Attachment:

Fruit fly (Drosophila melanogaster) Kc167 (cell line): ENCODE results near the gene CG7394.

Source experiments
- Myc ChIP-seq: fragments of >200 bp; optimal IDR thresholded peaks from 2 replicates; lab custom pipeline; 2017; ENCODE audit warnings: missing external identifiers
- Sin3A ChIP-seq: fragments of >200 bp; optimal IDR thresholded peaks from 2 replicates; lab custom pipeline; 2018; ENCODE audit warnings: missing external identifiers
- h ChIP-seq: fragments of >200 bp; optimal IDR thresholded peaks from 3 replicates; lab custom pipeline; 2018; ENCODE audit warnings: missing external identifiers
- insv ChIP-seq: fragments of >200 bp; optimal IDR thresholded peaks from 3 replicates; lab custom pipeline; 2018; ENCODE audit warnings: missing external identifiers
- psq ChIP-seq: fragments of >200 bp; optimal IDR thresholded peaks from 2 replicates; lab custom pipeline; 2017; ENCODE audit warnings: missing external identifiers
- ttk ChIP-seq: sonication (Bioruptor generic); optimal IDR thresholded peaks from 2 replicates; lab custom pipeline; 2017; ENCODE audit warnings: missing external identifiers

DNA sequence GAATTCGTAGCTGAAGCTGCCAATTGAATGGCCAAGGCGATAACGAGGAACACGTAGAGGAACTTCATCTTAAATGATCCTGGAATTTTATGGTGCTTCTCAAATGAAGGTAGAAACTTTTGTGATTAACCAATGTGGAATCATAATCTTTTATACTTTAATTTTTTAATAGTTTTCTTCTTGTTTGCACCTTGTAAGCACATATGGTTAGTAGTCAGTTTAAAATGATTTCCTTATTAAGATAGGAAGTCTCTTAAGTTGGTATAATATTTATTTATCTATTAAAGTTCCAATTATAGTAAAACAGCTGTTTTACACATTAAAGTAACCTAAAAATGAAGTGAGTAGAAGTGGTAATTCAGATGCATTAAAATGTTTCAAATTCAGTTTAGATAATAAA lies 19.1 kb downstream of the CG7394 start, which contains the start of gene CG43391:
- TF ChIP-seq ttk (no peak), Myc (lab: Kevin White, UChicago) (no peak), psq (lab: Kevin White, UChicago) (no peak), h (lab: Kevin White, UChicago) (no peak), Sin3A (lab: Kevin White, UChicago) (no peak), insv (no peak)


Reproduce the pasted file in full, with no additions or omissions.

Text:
Fruit fly (Drosophila melanogaster) Kc167 (cell line): ENCODE results near the gene CG7394.

Source experiments
- Myc ChIP-seq: fragments of >200 bp; optimal IDR thresholded peaks from 2 replicates; lab custom pipeline; 2017; ENCODE audit warnings: missing external identifiers
- Sin3A ChIP-seq: fragments of >200 bp; optimal IDR thresholded peaks from 2 replicates; lab custom pipeline; 2018; ENCODE audit warnings: missing external identifiers
- h ChIP-seq: fragments of >200 bp; optimal IDR thresholded peaks from 3 replicates; lab custom pipeline; 2018; ENCODE audit warnings: missing external identifiers
- insv ChIP-seq: fragments of >200 bp; optimal IDR thresholded peaks from 3 replicates; lab custom pipeline; 2018; ENCODE audit warnings: missing external identifiers
- psq ChIP-seq: fragments of >200 bp; optimal IDR thresholded peaks from 2 replicates; lab custom pipeline; 2017; ENCODE audit warnings: missing external identifiers
- ttk ChIP-seq: sonication (Bioruptor generic); optimal IDR thresholded peaks from 2 replicates; lab custom pipeline; 2017; ENCODE audit warnings: missing external identifiers

DNA sequence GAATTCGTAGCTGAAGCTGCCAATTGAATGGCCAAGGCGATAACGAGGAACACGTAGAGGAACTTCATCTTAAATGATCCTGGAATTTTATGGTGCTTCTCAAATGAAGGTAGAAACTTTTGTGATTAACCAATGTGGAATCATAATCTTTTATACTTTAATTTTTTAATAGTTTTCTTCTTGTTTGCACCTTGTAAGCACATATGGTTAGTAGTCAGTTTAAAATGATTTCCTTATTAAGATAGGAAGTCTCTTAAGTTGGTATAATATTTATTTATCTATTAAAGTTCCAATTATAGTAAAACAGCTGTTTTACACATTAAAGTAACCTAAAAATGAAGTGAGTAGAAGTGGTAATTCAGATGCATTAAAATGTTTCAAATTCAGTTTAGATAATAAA lies 19.1 kb downstream of the CG7394 start, which contains the start of gene CG43391:
- TF ChIP-seq ttk (no peak), Myc (lab: Kevin White, UChicago) (no peak), psq (lab: Kevin White, UChicago) (no peak), h (lab: Kevin White, UChicago) (no peak), Sin3A (lab: Kevin White, UChicago) (no peak), insv (no peak)